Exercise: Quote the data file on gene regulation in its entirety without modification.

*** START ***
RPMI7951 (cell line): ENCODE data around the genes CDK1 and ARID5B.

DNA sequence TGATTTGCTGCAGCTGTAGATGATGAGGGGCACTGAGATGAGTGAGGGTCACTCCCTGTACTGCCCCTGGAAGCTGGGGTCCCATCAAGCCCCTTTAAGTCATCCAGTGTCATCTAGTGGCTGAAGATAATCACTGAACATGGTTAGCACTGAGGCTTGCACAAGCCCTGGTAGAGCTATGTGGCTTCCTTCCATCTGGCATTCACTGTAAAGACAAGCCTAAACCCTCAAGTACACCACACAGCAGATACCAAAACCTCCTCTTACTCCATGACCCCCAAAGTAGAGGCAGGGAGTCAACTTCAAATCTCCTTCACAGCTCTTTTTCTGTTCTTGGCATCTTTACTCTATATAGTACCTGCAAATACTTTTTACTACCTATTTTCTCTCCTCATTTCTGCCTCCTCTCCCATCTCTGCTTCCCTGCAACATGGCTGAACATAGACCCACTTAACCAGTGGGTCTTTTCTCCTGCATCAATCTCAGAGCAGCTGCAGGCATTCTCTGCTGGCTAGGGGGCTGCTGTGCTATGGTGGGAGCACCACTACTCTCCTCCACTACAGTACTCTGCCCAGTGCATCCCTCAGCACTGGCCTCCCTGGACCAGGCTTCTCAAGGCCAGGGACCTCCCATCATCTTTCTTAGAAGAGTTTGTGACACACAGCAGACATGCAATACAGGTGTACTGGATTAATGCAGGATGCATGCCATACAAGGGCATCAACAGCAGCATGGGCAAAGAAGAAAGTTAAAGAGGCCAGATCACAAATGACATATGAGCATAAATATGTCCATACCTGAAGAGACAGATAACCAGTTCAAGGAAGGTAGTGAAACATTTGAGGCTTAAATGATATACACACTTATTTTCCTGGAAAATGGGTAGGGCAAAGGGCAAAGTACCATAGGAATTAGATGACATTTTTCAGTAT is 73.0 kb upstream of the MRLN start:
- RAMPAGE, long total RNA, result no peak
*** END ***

RPMI7951 (cell line): ENCODE data around the genes CDK1 and ARID5B.

DNA sequence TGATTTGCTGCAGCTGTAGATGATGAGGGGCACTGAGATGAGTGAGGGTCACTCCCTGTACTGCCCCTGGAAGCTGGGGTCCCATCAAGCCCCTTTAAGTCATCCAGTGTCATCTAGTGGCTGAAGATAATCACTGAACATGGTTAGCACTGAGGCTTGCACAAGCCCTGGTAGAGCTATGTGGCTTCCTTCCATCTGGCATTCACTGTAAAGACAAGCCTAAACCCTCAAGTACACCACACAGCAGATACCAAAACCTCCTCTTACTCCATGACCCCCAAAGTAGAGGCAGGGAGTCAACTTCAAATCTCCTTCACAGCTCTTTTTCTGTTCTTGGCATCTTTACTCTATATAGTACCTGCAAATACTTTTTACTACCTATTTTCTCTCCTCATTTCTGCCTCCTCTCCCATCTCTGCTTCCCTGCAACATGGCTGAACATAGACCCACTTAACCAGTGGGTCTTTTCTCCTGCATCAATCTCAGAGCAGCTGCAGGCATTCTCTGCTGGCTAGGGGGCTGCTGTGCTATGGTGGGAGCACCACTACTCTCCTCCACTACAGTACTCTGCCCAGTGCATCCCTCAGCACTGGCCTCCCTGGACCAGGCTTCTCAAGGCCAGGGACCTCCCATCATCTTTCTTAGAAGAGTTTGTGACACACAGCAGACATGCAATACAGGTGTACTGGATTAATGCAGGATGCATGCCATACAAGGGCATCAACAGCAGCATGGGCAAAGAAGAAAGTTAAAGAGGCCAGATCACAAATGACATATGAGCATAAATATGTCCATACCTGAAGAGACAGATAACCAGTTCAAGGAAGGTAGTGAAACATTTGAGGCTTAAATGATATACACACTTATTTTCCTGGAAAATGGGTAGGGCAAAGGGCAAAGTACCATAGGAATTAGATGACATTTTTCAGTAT is 73.0 kb upstream of the MRLN start:
- RAMPAGE, long total RNA, result no peak